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Black Student Recognition Awards

a Black male student holds up his certificate with pride.

Setting high expectations at the Black Student Recognition Awards


By Shellene Drakes-Tull


Being acknowledged for doing good work puts a bright smile on all of our faces and makes us feel awesome. So picture the smiles on the faces of 235 TDSB students from 125 schools when they were celebrated at the 7th annual Black Student Recognition Awards hosted by the African Heritage Educators’ Network.

The African Heritage Educators’ Network, formally known as the Black Educators Network, was founded in 1984. The network is made up of educators, professionals and community members of African descent to address issues impacting students of African descent in the TDSB. The purpose of the group is to develop policies that support students and teachers of African descent, membership development, programming and curriculum development and parent and community mobilization.

female students walk into the auditorium where the awards are being presented.

It’s a celebration

The event recognizes Black students who are excelling in academics, athletics, the arts, STEM, aspirational, and community.

Shirley Airhia Jackson, a Grade 11 Northview Heights Secondary School student was nominated for the School/Community Involvement award. “I felt honoured to win a Black Student Recognition award because it felt great being recognized. I have been involved in so many activities and events in the community and I was happy to know that I was being acknowledged that night.”

Encouraging students is necessary for their success but we tend not to celebrate the achievements of our students, especially Black students, says Saraya Elwin, vice-principal at C.W. Jeffreys Collegiate Institute and awards co-chair with TDSB educators Rosalie Griffith and Michael Griesz. “We wanted to create a platform where students felt appreciated.”

Every year, the awards are named after six Black Canadians who have made a positive impact in their fields. This year, the awards are named for:

  • Aspirational Honoree Weyni Mengesha, Artistic Director, Soulpepper
  • Academics Honoree Dr. Alana Butler
  • Athletics Honoree Jamal Campbell
  • Arts Honoree Dr. Seika Boye
  • School and Community Honoree Sarah Jama
  • STEM Honoree Dr. Ismael Mourifié

This year’s educator award was named after TDSB Executive Superintendent Karen Falconer.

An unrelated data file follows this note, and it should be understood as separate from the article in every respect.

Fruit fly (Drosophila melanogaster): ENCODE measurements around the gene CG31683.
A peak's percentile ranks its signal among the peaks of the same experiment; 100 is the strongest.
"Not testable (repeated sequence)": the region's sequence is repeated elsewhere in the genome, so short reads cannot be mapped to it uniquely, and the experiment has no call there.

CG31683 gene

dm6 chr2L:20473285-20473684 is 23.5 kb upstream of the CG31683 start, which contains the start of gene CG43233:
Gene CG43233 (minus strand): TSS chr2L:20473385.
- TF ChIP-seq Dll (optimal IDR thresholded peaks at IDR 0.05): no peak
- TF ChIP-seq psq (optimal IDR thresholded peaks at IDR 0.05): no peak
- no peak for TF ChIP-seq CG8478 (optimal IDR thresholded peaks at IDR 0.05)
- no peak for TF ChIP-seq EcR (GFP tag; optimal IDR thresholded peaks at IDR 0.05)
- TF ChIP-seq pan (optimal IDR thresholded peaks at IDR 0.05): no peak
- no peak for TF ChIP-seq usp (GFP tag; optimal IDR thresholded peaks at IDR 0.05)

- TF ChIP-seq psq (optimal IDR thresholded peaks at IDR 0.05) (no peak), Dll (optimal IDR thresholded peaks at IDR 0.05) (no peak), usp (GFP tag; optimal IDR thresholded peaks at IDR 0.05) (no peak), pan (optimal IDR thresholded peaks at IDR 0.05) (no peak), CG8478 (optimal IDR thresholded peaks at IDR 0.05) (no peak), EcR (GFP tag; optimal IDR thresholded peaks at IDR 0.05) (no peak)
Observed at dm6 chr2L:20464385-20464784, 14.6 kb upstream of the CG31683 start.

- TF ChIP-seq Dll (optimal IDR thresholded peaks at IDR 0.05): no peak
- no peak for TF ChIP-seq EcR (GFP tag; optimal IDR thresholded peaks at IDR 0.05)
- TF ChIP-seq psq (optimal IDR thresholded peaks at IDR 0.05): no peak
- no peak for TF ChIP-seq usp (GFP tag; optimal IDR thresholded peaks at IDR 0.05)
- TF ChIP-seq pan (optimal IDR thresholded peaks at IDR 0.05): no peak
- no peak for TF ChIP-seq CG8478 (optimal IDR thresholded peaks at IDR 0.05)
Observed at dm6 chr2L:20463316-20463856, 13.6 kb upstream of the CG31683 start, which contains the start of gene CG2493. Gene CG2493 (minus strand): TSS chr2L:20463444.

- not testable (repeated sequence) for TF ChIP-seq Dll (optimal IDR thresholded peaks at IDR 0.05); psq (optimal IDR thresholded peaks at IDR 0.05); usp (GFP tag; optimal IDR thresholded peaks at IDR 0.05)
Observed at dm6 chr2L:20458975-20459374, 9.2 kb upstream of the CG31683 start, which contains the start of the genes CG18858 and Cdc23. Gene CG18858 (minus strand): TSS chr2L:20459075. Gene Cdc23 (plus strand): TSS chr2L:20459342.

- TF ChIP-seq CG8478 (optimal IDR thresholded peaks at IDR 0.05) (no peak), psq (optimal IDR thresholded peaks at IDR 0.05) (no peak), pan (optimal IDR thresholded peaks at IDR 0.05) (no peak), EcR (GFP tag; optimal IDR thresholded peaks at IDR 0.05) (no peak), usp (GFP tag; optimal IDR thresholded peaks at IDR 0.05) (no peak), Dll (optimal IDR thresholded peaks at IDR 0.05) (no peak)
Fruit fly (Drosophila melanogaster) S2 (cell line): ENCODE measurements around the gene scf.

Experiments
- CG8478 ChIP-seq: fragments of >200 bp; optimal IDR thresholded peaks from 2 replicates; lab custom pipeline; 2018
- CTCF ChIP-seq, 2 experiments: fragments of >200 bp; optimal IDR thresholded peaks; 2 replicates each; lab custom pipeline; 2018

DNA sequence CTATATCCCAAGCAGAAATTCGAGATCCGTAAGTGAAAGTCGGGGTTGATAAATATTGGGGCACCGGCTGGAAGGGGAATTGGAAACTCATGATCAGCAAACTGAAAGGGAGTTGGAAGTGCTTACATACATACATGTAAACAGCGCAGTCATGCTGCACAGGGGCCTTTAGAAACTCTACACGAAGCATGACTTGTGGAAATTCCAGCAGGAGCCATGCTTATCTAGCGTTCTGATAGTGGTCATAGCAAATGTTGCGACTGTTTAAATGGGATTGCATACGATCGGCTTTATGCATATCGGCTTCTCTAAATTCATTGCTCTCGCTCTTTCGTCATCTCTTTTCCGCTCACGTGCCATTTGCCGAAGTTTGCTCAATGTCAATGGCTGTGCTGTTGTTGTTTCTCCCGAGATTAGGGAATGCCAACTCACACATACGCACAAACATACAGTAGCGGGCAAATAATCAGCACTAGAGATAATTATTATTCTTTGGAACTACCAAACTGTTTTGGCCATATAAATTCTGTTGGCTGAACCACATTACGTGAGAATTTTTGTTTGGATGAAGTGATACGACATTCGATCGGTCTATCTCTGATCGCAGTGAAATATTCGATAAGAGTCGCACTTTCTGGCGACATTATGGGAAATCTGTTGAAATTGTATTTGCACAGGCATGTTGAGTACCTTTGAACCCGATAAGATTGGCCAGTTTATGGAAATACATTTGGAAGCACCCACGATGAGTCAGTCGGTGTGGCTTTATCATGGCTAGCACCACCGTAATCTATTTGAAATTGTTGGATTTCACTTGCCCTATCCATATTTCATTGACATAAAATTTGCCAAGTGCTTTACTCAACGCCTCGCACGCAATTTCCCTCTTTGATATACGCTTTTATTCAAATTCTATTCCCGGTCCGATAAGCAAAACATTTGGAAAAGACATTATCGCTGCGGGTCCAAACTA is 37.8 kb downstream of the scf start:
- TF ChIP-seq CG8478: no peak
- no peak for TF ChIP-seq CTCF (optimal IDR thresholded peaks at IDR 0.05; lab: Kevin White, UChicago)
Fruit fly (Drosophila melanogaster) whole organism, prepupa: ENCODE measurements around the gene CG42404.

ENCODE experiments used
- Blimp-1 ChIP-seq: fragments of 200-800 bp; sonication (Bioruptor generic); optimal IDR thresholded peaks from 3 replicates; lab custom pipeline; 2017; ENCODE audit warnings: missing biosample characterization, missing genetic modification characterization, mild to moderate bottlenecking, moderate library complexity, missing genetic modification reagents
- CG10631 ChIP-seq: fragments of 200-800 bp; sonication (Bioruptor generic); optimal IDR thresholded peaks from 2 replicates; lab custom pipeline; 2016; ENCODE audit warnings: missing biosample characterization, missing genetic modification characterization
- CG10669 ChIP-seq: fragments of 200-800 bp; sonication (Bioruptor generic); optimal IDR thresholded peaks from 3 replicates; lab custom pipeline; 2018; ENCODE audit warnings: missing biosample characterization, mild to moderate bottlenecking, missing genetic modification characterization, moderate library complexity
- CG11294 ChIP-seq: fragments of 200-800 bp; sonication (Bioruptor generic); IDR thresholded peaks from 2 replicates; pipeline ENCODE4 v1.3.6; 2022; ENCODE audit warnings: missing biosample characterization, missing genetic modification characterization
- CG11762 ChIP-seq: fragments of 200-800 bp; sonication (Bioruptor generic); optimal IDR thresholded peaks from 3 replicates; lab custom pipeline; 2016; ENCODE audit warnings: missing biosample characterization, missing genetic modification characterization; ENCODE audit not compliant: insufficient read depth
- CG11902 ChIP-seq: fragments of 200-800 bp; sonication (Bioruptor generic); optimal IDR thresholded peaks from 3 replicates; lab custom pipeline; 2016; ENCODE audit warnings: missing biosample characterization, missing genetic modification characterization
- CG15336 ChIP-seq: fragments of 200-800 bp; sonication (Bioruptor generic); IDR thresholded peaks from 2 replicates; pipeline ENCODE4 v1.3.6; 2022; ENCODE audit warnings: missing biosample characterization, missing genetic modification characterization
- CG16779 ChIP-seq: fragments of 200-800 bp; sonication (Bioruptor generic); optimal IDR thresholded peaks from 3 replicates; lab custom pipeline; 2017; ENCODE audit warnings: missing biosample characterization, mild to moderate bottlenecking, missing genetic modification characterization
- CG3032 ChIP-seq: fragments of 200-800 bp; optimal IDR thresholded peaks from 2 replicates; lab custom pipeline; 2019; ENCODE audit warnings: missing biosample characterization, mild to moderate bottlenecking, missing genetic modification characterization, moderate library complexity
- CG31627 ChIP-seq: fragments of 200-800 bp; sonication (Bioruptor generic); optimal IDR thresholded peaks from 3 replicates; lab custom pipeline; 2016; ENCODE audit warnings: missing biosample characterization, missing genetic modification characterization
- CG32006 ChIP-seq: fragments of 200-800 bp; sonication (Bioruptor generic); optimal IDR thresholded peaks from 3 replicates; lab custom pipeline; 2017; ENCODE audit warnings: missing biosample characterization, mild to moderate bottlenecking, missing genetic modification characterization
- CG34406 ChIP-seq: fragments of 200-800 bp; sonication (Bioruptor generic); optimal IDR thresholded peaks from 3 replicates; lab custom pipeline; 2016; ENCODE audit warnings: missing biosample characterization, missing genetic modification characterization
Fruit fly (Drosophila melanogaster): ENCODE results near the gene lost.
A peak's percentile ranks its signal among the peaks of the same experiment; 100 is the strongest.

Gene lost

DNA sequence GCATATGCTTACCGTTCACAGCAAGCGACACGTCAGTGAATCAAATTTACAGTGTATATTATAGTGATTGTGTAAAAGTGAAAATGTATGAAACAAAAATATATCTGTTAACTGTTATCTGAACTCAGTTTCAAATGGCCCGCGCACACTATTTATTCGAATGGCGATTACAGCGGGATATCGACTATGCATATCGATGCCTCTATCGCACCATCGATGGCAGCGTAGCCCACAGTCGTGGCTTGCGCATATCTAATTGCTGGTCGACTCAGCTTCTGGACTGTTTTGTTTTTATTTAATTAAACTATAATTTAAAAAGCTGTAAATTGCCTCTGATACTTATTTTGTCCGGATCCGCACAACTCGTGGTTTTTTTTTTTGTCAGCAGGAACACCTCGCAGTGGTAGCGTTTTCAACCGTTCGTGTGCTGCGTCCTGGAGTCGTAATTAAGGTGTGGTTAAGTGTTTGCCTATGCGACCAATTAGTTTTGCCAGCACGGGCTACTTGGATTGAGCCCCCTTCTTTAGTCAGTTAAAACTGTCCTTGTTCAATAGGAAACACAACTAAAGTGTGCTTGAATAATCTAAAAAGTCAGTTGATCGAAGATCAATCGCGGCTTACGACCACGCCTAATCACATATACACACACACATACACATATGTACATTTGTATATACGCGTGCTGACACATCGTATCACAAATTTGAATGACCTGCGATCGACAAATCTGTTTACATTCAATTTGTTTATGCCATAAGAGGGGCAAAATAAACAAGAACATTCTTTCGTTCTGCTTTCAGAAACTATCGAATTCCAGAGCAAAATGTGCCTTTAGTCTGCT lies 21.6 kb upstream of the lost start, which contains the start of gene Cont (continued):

The event is also an opportunity to showcase the talented student performers who entertained the attendees with spoken word, dance and drumming performances.

Reuben Briggs, a Grade 7 student from General Crerar Public School won the Jamal Campbell Athletics award. “Winning a Black Student Recognition award made me feel proud of myself, happy, and thankful,” he says. “It’s important to recognize students who are doing well because it motivates students and makes them work harder. It also recognizes the students who put in the time and effort to accomplish their tasks and sets them apart from the rest of their classmates.”

students stand on stage after receiving their awards

Setting high expectations

Education can’t be done in isolation, students need support from teachers, parents, and their communities. “I believe in the African proverb, ‘It takes a village to raise a child’,” says Saraya. “We need to set high expectations for our Black students. We can’t just settle. Our students are brilliant, they’re talented. We have to set high expectations for them from elementary school—and we have to recognize all the amazing things they do from that very early age. We don’t have to wait until high school.”

And the expectations are not only high for students, but for the educators that interact with them daily, says Saraya. Sometimes teachers come with preconceived ideas about Black students. When that happens, by the time you get these students get to high school, they already have low self-esteem which affects their engagement and success in school.

“Education is not just a job, it’s a vocation,” she says. “You have to like what you’re doing—you have to like kids. You have to have patience. You have to be a caring adult. Sometimes, that’s all a student needs. They have the smarts, they have the intelligence, they just need a caring adult in the building to support them and help nurture them. We have got to continue setting high expectations for our students and we have to have educators who are passionate about what they’re doing.”

Congratulations to all the students and teachers who were recognized at this year’s awards event!



A lover of stories and a wordsmith, Shellene Drakes-Tull has been a communicator in both the corporate world and in media for more than 15 years. Through telling the stories of TDSB students and educators, she hopes others are inspired to create more equitable, anti-racist and anti-oppressive school environments.